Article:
|Ski like the wind|
the skiing bandito
I grew up on boards (skis), and they became a natural extension of my body. From age 4 onward, I skied every winter.
In my youth, skiing was simply what we (the family) did most winter weekends. For the most part, I skied alone, never really having any significant skiing companions – partially due to the fact that we were always moving and thus I didn't have any close friends, partially because my older brothers didn't want to ski with the "runt" (the nickname they gave me), partially because I didn't want to ski with my parents, and partially because I liked to be on my own. I'm not the competitive type, so I never became a racer, and thus never was a member of a ski team.
While living in Michigan (age 4 to 11) I did not develop a "big head," by thinking I was the best skier – I was only a kid who enjoyed being on the slopes. However, when we moved to North Carolina, that all changed. Yes, there was skiing back then, even in NC! All of the skiers at Blowing Rock were beginners, so at age 11, I became the expert on the hill – at least as good if not a better skier than the head instructor of the ski school. A few of my friends from school also began skiing at that time, which further added to my reputation of being a schuss boomer.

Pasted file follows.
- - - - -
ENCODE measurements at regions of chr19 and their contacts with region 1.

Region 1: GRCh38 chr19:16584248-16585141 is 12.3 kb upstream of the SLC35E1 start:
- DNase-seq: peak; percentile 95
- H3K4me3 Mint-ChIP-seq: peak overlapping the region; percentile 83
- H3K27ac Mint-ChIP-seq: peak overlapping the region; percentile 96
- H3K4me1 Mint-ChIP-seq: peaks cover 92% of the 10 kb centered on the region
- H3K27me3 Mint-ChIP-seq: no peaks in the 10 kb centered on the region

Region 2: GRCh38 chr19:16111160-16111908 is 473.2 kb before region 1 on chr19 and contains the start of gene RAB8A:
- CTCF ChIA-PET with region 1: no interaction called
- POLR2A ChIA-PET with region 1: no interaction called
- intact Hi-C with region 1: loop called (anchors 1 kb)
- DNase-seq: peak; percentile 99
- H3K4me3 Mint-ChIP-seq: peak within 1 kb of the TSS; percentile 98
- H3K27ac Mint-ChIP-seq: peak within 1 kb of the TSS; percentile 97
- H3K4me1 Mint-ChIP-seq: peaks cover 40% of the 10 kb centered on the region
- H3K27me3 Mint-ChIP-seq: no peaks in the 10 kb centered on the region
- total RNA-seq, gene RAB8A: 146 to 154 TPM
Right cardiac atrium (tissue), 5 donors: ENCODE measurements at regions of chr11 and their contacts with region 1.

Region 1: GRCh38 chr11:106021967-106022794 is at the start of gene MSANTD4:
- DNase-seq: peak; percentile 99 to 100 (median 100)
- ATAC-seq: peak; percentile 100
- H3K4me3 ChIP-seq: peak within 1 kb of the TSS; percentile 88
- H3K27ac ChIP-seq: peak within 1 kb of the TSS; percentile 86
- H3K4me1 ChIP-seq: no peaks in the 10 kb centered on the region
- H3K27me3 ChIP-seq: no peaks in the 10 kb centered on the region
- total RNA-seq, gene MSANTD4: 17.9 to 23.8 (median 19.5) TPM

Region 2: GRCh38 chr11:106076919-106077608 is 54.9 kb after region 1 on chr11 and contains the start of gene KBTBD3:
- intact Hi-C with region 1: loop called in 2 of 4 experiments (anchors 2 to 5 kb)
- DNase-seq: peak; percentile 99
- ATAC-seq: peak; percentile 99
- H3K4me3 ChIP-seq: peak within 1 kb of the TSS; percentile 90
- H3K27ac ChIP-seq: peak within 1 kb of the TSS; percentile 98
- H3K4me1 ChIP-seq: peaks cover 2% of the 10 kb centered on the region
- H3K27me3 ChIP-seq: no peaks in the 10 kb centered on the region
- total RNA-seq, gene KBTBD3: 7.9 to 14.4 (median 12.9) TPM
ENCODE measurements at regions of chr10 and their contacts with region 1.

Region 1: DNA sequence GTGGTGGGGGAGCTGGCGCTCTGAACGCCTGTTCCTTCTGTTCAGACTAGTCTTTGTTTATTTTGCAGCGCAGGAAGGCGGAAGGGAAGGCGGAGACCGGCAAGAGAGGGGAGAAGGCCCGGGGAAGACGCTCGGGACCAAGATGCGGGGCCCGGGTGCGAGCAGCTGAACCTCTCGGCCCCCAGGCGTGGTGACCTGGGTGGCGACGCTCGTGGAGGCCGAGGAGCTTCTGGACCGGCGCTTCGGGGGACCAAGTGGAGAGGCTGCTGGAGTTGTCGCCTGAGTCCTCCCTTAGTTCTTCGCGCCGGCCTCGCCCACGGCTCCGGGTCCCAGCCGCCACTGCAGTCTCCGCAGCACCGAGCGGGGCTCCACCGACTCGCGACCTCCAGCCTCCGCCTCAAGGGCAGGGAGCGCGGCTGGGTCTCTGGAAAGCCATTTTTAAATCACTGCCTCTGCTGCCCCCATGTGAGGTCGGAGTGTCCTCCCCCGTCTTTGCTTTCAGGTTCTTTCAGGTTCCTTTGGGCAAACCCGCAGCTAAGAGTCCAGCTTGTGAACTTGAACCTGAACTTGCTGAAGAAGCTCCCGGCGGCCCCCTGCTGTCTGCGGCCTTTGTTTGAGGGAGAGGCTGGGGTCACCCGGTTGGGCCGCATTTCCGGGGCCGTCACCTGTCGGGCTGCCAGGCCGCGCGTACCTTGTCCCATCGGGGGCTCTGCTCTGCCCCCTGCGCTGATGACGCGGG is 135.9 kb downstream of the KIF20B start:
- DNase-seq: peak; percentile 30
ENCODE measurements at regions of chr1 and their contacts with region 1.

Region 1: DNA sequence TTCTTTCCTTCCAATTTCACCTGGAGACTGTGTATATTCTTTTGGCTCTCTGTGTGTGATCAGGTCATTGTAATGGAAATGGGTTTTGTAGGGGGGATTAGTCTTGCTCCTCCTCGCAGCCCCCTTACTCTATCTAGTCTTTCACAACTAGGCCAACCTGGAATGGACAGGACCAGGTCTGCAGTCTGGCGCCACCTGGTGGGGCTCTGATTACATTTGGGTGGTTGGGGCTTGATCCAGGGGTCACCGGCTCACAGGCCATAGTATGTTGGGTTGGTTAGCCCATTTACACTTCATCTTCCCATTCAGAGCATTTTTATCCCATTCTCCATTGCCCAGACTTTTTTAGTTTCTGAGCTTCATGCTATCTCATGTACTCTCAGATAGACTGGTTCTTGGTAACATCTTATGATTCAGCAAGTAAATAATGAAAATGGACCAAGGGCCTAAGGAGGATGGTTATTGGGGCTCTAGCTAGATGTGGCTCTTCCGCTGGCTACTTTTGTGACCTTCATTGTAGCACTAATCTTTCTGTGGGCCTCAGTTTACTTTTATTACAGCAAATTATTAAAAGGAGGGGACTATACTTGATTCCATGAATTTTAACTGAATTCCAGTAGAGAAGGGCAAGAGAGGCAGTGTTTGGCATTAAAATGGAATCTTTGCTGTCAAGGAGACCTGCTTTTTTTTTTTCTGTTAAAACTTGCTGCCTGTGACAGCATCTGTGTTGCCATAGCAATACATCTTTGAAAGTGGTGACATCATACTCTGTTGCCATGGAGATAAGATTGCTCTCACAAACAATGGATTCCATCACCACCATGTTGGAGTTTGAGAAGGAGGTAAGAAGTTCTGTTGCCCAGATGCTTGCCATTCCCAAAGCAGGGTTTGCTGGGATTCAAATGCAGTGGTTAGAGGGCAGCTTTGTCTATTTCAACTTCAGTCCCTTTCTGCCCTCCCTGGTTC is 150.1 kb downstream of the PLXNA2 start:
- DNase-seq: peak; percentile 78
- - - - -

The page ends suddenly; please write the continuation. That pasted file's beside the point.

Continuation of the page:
Upon arriving in New Hampshire and in high school, same thing, I was the best skier in my class, and as good as anybody other than a few college-aged guys on ski teams. Skiing conditions in NH were poor (lots of ice, little soft snow), and I skied many times at Cannon Mountain which provided several very challenging runs, which combined to increased my level of expertise. Jean-Claude Killy came to a World Cup race at Cannon in the winter of '68-'69, and swept the gold medals in all three events – slalmon, giant slalmon and downhill. He was skiing at the time on VR-17s which were state of the art fiberglass racing skis, and that winter, I acquired a used pair. I'd sharpen the edges daily before skiing, and began to learn to ski like the wind – very fast, in control, and with graceful movements and precision body control.